Klebsiella, Enterobacter, and Serratia are closely related gram-negative bacteria that occasionally infect people in hospitals or in long-term care facilities.
Klebsiella bacteria reside in the intestine of up to one third of healthy people. Enterobacter and Serratia bacteria usually reside outside the body, often in hospitals and long-term care facilities. People in such places can become infected.
These bacteria may infect different areas:
Rarely, Klebsiella bacteria cause pneumonia in people who live outside a health care facility (in the community), usually in alcoholics, older people, people with diabetes, or people with a weakened immune system. Typically, this severe infection causes cough, bringing up a sticky, dark brown or dark red sputum, and collections of pus (abscesses) in the lung or in the membrane between the lungs and chest wall (empyema).
One species of Klebsiella can cause inflammation of the colon (colitis) after antibiotics are taken. This disorder is called antibiotic-associated colitis. The antibiotics kill bacteria that normally reside in the intestine. Then Klebsiella bacteria are able to multiply and cause problems. However, this type of colitis usually results from toxins produced by Clostridium difficile (see see -Induced Colitis).
Doctors suspect one of these infections in people at high risk of getting one, such as people who live in a long-term care facility or in a place when there was an outbreak. To confirm the diagnosis, doctors take a sample of sputum, lung secretions (obtained through a bronchoscope), blood, urine, or infected tissue. The sample is stained with Gram stain, cultured, and examined under a microscope. These bacteria can be readily identified.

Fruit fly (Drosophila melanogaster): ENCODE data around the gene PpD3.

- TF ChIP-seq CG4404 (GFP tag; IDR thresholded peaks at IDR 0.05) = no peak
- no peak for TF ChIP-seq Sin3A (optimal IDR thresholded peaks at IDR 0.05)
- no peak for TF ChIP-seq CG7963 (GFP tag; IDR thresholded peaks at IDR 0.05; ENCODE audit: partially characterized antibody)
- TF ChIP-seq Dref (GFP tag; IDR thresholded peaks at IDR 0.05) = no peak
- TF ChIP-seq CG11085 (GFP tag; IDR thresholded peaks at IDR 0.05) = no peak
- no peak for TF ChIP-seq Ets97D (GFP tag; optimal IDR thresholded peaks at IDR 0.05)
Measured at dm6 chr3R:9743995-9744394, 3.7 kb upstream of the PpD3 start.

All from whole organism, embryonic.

Other tests depend on the type of infection. They may include imaging tests, such as ultrasonography, x-rays, and computed tomography (CT).
Bacteria identified in samples are tested to determine which antibiotics are likely to be effective (a process called susceptibility testing).
If Klebsiella pneumonia is acquired in the community, antibiotics, usually a cephalosporin (such as ceftriaxone) or fluoroquinolone (such as levofloxacin), given intravenously, can cure it.
If an infection with any of these three bacteria is acquired in a health care facility, the infection is difficult to treat because bacteria acquired in such facilities are usually resistant to many antibiotics.
Last full review/revision September 2008 by Matthew E. Levison, MD